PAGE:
Though it first opened in 1959 as an English pub, the Red Lion Tavern has given Los Angeles an easy way to visit the boisterous beer gardens of Munich since 1963. The diverse menu includes lunch and dinner options, and even hosts a champagne brunch. The menu's hearty emphasis on sausage, beer, and cabbage hasn’t changed much in 50 years, and today features seven kinds of sausage and extensive pretzel and schnitzel offerings, along with an extensive list of beers. Customers can also enjoy a myriad selection of salads, sandwiches, soups, seafood, pork, poultry, desserts and sides such as red cabbage or German fried potatoes. The Tavern also features weekly specials in addition to a number of coffee specialties.
Two indoor bars and an outdoor beer garden give patrons plenty of places to refill their pints—and the bartenders likewise offer plenty of opportunities to practice one's German (their native tongue). Along with dressing its wait staff in lederhosen and dirndls, the Red Lion Tavern invites Germanic bands to play live music, hangs the work of German artists upon their walls, and sends partied-out patrons home in German-engineered cabs whenever possible.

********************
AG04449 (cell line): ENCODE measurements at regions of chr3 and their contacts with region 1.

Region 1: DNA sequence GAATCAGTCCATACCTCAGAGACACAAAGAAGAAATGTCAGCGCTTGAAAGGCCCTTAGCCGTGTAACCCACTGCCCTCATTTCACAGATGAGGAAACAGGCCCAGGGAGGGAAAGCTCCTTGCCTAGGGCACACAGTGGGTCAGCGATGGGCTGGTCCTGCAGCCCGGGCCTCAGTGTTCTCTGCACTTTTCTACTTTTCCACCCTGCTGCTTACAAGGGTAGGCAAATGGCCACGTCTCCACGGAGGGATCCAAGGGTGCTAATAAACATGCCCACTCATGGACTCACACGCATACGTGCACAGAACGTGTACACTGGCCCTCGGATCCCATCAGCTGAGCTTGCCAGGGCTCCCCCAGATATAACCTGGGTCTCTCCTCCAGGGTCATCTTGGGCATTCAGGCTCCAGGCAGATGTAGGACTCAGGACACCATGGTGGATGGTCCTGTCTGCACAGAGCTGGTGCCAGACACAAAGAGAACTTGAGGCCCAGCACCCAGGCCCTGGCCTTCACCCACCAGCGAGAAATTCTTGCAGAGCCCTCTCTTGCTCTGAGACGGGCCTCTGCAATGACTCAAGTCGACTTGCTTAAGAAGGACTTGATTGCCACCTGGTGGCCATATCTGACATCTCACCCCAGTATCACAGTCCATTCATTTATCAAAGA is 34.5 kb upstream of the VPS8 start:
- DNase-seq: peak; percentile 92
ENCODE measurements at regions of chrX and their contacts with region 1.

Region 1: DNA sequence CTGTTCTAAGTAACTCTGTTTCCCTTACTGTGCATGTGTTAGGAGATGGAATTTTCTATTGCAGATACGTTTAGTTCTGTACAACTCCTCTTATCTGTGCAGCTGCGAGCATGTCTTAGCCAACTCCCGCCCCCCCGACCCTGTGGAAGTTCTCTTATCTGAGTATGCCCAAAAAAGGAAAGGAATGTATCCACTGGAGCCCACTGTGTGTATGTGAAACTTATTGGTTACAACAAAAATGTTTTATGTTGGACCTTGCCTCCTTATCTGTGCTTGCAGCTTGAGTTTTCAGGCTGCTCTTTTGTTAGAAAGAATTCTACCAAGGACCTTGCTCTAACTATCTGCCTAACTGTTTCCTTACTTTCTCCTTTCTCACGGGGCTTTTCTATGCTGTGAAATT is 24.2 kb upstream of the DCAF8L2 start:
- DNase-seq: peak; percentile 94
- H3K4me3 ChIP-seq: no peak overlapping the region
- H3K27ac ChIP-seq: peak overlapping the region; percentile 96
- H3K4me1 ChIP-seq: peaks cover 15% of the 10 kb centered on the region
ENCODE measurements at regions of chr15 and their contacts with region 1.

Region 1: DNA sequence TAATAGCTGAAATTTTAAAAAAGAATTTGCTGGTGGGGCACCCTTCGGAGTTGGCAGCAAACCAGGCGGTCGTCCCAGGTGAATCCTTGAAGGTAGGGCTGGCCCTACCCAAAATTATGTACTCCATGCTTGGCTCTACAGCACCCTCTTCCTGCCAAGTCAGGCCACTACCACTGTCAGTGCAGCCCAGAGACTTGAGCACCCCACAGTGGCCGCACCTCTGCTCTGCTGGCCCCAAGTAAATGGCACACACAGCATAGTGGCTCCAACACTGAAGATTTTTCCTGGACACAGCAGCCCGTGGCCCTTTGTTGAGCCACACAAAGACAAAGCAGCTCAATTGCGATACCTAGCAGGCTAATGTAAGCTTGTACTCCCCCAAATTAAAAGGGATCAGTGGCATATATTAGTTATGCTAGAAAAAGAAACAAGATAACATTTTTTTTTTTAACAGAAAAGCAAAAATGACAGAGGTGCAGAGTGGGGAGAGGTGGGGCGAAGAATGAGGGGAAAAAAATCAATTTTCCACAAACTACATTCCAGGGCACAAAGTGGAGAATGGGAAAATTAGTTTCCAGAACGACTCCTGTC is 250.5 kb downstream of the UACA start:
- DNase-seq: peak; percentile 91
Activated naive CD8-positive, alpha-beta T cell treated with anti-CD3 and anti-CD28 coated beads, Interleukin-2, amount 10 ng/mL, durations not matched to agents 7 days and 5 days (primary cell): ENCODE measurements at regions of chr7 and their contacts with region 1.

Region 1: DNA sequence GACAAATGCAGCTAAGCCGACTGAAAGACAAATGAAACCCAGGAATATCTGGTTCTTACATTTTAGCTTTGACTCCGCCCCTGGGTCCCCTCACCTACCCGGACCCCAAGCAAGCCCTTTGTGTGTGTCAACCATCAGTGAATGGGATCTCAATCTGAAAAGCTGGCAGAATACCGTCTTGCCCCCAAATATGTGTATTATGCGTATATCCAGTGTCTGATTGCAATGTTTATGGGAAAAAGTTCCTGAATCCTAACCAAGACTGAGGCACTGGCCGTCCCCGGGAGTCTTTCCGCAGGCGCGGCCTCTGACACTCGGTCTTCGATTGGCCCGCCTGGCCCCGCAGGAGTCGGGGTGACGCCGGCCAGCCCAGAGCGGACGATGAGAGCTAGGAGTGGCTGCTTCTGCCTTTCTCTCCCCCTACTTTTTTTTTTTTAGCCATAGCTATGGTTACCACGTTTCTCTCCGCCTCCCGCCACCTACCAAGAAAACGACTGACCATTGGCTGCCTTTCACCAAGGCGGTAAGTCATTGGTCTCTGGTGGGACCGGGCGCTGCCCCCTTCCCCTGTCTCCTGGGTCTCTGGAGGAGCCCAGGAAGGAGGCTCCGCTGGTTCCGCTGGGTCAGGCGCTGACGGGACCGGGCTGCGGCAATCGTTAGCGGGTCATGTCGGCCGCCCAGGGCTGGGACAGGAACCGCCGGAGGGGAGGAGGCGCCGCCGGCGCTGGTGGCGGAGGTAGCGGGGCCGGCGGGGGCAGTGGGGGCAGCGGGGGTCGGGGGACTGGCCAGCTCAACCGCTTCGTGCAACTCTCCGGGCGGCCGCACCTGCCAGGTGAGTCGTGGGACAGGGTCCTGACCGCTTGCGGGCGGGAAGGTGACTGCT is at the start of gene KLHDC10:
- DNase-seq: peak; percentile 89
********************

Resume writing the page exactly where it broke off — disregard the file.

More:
Much has changed since 1927, including the price of a chicken dinner. When Marius Taix Jr. first opened Taix, he served chicken dinners for 50 cents. Though the price may have changed, owner Raymond Taix made sure that the French country cuisine didn’t. Meals still come with a tureen of soup and freshly baked French bread, and the dinner menu of roast chicken au jus, salmon filet with champagne cream, and frog legs Provencal still honors the founder's original intentions. And though Raymond's staff is considered “vintage”—some having served more than three generations—they can still hang with the night owls, serving entrees from a late-night menu until 1 a.m. Taix also feeds cravings for late-night entertainment. Thursdays and Fridays, the restaurant hosts live music in the 312 lounge. On Sundays, the lounge also features standup comedy.